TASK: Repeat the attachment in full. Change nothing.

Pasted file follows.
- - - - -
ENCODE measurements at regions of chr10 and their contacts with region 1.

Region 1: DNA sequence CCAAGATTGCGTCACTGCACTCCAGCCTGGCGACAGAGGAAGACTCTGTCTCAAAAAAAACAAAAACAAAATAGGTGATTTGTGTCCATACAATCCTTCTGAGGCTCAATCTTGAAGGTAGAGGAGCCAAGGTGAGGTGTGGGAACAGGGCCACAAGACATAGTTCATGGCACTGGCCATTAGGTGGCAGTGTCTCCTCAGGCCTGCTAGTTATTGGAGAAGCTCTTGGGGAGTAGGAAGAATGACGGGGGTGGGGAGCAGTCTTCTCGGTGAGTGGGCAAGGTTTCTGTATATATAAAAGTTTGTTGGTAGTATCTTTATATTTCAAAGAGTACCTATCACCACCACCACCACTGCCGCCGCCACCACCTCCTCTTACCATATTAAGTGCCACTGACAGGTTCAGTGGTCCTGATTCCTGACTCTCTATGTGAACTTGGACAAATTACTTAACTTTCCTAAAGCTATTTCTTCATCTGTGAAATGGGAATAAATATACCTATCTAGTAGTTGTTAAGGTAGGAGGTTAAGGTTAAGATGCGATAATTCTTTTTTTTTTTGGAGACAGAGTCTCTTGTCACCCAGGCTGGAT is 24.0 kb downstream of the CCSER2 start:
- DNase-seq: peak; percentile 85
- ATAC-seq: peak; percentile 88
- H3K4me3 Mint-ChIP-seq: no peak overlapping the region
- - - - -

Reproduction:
ENCODE measurements at regions of chr10 and their contacts with region 1.

Region 1: DNA sequence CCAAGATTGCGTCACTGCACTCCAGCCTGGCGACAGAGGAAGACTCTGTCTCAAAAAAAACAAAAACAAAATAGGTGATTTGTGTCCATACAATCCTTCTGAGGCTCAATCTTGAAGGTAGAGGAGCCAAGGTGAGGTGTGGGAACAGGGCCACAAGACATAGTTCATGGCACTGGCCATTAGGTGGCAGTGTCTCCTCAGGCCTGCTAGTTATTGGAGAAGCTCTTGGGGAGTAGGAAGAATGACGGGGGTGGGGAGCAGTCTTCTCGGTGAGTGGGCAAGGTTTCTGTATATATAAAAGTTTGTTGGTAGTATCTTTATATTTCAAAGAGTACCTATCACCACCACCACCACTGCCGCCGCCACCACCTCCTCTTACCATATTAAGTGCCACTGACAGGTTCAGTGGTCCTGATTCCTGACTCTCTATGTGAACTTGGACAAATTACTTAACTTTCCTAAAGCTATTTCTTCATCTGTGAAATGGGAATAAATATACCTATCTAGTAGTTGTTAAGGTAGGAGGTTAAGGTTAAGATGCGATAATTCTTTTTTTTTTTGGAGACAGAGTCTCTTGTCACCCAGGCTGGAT is 24.0 kb downstream of the CCSER2 start:
- DNase-seq: peak; percentile 85
- ATAC-seq: peak; percentile 88
- H3K4me3 Mint-ChIP-seq: no peak overlapping the region